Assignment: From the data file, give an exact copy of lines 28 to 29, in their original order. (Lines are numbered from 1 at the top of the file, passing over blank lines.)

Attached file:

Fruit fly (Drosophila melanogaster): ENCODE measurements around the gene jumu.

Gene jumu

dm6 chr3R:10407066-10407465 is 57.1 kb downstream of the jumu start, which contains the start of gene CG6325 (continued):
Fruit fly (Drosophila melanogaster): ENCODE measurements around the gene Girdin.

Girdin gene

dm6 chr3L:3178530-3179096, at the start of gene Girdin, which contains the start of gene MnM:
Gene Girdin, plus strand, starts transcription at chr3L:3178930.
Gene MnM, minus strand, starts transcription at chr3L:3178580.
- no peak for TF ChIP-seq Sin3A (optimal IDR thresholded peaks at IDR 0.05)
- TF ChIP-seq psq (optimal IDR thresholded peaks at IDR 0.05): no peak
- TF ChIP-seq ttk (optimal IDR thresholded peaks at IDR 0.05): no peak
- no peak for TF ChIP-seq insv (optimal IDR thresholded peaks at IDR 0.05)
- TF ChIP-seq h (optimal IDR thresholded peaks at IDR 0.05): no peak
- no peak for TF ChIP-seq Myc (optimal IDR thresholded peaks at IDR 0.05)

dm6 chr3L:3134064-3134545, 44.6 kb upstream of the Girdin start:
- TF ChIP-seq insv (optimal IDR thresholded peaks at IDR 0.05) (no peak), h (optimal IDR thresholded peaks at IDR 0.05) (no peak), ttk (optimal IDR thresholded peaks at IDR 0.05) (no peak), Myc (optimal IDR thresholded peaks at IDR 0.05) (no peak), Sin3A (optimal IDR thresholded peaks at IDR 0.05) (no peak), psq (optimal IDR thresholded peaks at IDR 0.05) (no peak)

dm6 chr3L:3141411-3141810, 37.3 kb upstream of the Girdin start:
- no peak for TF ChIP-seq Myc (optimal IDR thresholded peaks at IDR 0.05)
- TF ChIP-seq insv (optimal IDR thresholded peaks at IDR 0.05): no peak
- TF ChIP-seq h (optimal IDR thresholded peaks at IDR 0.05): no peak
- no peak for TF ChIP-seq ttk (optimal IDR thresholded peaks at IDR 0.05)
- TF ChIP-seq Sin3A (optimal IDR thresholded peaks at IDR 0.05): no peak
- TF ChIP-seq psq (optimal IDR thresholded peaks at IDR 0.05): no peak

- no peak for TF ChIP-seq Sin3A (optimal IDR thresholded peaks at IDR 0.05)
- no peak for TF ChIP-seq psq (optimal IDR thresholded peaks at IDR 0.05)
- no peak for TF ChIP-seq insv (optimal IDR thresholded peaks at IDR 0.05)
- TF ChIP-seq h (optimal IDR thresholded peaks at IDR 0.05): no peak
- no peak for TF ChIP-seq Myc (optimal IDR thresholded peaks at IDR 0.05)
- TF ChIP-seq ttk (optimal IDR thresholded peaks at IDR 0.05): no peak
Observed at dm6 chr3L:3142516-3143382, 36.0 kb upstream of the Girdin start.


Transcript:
- no peak for TF ChIP-seq Myc (optimal IDR thresholded peaks at IDR 0.05)
- TF ChIP-seq ttk (optimal IDR thresholded peaks at IDR 0.05): no peak